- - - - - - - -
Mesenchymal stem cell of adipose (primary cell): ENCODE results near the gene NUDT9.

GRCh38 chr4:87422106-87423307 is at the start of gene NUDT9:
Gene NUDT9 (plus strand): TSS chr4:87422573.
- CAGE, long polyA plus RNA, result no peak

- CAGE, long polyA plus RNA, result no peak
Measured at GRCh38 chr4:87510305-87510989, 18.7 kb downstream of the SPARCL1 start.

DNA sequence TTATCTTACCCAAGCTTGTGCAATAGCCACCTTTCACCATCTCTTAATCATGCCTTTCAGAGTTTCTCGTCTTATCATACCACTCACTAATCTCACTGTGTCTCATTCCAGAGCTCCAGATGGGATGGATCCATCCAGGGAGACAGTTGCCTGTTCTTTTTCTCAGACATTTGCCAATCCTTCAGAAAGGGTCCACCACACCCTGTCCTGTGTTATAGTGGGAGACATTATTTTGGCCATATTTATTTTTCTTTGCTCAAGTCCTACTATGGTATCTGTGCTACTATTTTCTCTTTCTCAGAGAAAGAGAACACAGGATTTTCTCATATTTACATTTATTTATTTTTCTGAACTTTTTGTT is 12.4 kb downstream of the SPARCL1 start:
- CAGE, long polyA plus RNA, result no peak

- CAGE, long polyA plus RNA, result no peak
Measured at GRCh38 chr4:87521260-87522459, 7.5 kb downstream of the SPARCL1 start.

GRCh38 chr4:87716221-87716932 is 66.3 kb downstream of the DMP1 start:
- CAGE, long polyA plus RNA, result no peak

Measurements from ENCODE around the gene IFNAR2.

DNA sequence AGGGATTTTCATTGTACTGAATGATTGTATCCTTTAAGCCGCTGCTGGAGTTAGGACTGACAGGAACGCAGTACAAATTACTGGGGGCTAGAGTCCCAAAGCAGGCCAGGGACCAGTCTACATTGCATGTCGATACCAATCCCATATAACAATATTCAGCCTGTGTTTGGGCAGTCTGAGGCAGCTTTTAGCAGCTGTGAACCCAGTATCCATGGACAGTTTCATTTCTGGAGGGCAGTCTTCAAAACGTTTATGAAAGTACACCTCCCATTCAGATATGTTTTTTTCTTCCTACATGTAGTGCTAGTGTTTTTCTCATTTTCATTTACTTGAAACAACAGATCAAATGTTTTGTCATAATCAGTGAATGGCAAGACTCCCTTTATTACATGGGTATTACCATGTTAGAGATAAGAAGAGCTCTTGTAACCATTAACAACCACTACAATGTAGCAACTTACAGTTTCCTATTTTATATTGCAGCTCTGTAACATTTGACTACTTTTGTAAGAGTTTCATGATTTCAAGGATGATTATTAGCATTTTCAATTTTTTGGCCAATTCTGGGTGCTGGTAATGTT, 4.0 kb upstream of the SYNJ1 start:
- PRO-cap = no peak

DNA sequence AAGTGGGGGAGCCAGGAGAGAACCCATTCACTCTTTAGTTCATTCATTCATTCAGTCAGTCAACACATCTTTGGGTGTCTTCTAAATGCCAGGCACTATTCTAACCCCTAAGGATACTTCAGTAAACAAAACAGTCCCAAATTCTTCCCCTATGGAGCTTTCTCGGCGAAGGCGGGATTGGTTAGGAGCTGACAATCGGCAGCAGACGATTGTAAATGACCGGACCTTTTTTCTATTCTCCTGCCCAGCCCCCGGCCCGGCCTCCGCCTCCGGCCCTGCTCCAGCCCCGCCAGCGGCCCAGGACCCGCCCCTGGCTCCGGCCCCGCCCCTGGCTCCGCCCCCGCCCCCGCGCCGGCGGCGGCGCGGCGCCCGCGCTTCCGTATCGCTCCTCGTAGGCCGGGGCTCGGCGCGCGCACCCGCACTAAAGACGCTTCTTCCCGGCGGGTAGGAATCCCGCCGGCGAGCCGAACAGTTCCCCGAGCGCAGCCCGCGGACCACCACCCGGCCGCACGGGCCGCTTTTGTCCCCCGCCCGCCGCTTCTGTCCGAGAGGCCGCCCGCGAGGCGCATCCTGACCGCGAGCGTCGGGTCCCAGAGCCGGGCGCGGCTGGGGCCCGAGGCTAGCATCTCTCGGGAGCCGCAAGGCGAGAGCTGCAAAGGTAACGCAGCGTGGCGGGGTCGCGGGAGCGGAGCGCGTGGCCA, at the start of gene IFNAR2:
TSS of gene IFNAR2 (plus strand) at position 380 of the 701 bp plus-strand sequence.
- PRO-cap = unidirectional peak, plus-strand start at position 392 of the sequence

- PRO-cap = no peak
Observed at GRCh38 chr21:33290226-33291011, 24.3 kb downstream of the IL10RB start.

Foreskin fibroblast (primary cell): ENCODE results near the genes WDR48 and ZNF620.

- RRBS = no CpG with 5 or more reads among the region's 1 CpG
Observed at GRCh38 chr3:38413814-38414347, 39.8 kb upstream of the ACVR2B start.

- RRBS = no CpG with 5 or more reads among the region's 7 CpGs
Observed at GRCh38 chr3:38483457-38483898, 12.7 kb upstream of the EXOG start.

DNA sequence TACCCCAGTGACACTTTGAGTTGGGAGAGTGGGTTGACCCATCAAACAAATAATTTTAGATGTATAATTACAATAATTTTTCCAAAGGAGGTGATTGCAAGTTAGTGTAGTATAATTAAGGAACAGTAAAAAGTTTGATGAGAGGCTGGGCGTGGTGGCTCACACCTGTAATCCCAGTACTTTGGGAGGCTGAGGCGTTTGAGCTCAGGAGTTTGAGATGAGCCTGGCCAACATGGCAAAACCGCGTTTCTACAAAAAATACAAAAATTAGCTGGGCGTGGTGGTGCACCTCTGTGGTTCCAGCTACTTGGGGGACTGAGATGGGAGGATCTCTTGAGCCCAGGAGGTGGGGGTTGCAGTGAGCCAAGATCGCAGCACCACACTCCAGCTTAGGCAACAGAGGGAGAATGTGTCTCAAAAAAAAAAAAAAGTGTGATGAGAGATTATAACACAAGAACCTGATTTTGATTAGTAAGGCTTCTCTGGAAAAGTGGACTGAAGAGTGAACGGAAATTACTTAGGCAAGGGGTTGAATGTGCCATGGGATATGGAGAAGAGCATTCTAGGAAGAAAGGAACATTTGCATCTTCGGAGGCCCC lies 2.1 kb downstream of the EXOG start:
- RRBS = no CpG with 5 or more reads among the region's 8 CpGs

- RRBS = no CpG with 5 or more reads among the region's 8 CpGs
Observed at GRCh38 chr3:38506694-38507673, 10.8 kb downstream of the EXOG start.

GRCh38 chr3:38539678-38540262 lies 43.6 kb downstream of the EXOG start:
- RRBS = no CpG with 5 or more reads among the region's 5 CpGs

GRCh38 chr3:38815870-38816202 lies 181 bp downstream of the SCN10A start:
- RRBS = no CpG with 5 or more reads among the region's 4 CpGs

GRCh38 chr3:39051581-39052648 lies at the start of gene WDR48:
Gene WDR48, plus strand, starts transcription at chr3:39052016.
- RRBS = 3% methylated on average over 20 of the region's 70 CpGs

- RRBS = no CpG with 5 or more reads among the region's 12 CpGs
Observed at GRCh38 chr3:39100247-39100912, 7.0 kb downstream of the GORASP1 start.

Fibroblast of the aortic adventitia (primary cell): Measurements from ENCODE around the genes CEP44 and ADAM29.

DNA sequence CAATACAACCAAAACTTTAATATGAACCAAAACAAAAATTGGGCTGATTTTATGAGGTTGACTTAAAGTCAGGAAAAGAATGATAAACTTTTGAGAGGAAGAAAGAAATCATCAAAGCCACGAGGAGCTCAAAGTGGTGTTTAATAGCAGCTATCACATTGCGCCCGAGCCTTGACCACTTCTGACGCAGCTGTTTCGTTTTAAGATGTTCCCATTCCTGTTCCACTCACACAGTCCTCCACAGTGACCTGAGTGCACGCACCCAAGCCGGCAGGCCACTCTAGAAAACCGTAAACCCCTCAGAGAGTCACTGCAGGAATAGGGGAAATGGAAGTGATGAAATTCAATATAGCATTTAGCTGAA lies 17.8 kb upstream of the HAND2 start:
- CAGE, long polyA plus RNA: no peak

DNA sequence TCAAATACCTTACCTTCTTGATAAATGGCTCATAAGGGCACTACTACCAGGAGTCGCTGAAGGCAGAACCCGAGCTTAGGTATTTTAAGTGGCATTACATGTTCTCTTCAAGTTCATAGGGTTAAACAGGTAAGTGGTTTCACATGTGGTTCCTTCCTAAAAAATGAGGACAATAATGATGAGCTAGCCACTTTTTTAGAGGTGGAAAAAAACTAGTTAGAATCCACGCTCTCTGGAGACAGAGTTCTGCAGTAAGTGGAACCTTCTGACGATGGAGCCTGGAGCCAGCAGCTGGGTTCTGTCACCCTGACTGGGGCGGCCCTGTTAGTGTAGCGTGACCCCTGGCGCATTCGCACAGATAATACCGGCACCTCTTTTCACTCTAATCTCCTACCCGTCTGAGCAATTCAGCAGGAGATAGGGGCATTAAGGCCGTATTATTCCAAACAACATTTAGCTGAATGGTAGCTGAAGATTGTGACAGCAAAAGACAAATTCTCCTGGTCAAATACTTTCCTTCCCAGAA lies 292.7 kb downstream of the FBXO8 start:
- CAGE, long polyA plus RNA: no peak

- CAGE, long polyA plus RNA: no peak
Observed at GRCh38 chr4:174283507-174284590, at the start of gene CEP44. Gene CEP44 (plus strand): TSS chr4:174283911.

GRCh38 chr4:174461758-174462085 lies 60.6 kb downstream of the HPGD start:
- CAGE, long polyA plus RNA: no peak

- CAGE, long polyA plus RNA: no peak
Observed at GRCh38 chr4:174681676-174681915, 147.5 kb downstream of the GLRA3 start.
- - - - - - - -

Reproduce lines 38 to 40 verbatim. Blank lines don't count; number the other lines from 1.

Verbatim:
Observed at GRCh38 chr3:39100247-39100912, 7.0 kb downstream of the GORASP1 start.

Fibroblast of the aortic adventitia (primary cell): Measurements from ENCODE around the genes CEP44 and ADAM29.

DNA sequence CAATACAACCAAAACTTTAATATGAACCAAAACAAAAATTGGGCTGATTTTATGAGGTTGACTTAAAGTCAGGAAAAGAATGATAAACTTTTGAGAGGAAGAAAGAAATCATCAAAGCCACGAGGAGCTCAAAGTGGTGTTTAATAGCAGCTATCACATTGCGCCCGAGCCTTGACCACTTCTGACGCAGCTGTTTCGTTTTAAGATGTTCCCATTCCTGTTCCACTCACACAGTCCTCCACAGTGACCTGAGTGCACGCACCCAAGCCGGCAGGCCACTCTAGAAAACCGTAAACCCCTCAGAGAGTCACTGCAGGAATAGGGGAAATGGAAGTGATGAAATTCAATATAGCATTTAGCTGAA lies 17.8 kb upstream of the HAND2 start: